Making an Etsy Treasury is a lot of work - it’s almost as tough as photographing, describing and listing items in our shops. So once all that time has been put it, it’s sad to know that in just 48 hours our beautiful collections will be gone.
Last year, I was asked to share the techniques that I use to capture treasuries and share them on my blogs. Being able to save the image of treasuries that we make or get featured in is great, but sharing them with our friends and readers is even better.
My original tutorial for capturing treasuries was created for PC users working with Windows Vista or XP. Anyone who has recently upgraded to Windows 7 may know that the process has been greatly simplified. So, I have revised the instructions and will share them here.
I’m going to list each step as clearly as possible, so if you’re just getting to know your computer or the internet, hopefully these instructions will be helpful to you.
One: Open your internet browser and find the treasury that you wish to save. Scroll down so that all of the items are centered in the window, and nothing is cut off.
Two: Take a screenshot of the page to grab the treasury. Hold Ctrl on your keyboard, and press Print Screen [Prt Scr].
Three: Open the Paint tool in Accessories. Paste the treasury screenshot onto the page. Hold Ctrl and press V.
Four: Click on the tool icon that shows a dotted rectangle. Use your mouse to draw a box around the treasury, only capturing what you want to show. Leave a few mm of boarder around the edge, and try to make all of the sides evenly spaced.
Five: Select “Crop” from the tool menu. This will automatically trim away all of the excess image, and leave you with a tidy screenshot of your treasury. Save the new file with a unique name - I usually use Title/Curator/Date. Do not save it as a BMP file, or the image will be distorted.
Now that you have this image of your treasury, you can upload it and share it almost anywhere you want to. A few good places to show off an Etsy treasury are your Facebook page, Flickr pool, and your blog. Most blog platforms allow you to upload images directly from your computer; but with a few extra steps, you can show off your treasury, and improve the look and SEO of your blog at the same time.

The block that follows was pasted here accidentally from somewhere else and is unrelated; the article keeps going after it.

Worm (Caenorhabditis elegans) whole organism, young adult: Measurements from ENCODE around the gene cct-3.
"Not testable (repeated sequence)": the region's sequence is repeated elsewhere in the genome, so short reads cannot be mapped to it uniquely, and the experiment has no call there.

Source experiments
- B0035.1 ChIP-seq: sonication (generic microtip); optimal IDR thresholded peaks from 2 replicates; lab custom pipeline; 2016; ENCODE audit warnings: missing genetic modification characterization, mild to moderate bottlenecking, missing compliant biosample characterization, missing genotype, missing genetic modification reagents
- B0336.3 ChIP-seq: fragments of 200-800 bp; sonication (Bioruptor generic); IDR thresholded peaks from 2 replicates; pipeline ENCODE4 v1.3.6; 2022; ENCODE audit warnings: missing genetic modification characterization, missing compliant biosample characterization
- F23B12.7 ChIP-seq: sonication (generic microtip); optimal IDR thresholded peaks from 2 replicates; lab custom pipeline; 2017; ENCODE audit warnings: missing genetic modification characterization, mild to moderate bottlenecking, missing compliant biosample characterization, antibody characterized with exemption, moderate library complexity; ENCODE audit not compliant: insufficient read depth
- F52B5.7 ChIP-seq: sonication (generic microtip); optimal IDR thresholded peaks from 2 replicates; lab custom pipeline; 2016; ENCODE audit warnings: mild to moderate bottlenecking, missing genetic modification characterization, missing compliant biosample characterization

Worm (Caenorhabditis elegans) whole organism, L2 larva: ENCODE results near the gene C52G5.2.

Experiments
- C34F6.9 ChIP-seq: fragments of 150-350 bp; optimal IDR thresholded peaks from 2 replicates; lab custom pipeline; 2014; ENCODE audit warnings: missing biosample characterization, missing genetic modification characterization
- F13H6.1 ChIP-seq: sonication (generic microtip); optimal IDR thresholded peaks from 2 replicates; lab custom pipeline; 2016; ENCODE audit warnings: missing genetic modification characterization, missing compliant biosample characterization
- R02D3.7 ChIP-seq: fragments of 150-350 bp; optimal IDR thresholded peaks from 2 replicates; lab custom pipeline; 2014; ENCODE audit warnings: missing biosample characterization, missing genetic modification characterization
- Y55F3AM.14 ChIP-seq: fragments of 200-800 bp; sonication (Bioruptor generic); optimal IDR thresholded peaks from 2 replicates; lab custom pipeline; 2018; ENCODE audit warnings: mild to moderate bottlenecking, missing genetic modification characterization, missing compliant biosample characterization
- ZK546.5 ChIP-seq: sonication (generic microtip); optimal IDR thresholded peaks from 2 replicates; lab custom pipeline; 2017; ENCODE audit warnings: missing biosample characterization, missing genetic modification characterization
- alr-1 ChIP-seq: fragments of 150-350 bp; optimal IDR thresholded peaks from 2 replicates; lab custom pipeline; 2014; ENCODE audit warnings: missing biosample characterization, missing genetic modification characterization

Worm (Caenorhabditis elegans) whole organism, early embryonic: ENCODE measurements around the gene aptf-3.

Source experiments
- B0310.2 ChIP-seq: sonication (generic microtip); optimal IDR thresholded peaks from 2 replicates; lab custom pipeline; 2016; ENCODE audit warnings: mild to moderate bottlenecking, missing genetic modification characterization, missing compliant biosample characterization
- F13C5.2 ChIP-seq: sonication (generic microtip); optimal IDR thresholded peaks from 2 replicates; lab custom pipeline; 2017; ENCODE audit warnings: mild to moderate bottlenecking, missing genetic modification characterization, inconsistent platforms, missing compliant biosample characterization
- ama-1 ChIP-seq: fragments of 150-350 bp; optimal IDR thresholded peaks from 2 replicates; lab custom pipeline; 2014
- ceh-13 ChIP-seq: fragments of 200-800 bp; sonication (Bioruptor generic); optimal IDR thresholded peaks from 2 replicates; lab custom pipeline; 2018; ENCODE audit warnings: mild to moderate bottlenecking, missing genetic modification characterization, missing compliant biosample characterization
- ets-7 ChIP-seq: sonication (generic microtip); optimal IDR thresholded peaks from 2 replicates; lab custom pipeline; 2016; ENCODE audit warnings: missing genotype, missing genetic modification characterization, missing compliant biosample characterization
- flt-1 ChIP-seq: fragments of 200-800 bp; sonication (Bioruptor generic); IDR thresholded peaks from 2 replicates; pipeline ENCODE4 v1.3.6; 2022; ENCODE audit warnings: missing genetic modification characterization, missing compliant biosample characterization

One: You will need to upload your treasury snippet to an image hosting site like Photobucket. Be sure to upload it to the correct album or sub-album. If necessary, relocate the file before completing the next steps.
Two: Copy the Direct Link URL for your hosted image.
Three: At the point in your blog text where you want to display your treasury, type the following code:
<img src="YourImage" alt="ImageTitle" title="ImageTitle">
Replace YourImage with the URL for your picture. Replace ImageTitle with a name for your picture. The alt tag will create a text caption if viewers have HTML turned off, or if the image doesn’t load properly. You’ve probably seen these before. Instead of a picture, a box with a red X will appear, and if the alt tag is used, the name of the image will also show. The title tag will create the yellow caption that appears when you hover your cursor over an HTML image. Both of these tags can also help your picture and blog show up in search engines, so it’s a good idea to use relevant keywords in your image title.
You will need to add this code in the HTML editor of your blog platform. If you would like the image to be a clickable link to another destination, you can highlight the code, and use the link tool of your blog editor to add the destination URL. You can also add the code by hand. It will look like this:
<a href="Destination URL" target="_blank"><img src="YourImage" alt="ImageTitle" title="ImageTitle"></a>
If you want to link back to the actual treasury that you are sharing, remember that Etsy treasuries eventually expire. Broken links aren’t good for SEO (Search Engine Optimization), so it’s a good idea to remove the link code after the treasury has expired.
The target=“_blank” code will make the link open in a new window (unless the viewer right clicks or has tabbed browsing set up). This will make sure that readers don’t lose track of your blog when checking out your link.
Four: Set the alignment for your image.
To center the picture between paragraphs, enter the HTML on a new line, and add paragraph tags to center it. It will look like this:
<p align="center"><img src="YourImage" alt="ImageTitle" title="ImageTitle"></p>
You can also make the text of your blog post wrap around the image if it is on the left or right of the page. To do this, add the code to the first line of the paragraph where you would like the image to be. Replace <p align="center"> with
<p style="FLOAT: right; MARGIN: 10px 10px 10px 10px;"> for right hand images
<p style="FLOAT: left; MARGIN: 0px 10px 10px 0px;"> for left hand images.
To make a handy reference of the HTML code, you can highlight and copy it, and save it to a text file, like Notepad or WordPad.
If you upload images to Flickr, you can also use their handy "Blog This" tool to show of single treasuries. This option only works for one image per blog post, but it's great for adding a quick blurb to your blog.
To find out when a new treasury spot will open up, check in with the Treasury Clock on Craftopolis.com. It keeps track of Treasury Main and Treasury West, and provides a fairly accurate countdown to the next opening.
Copyright 2010 Oh Canada Team and Inspirational Beading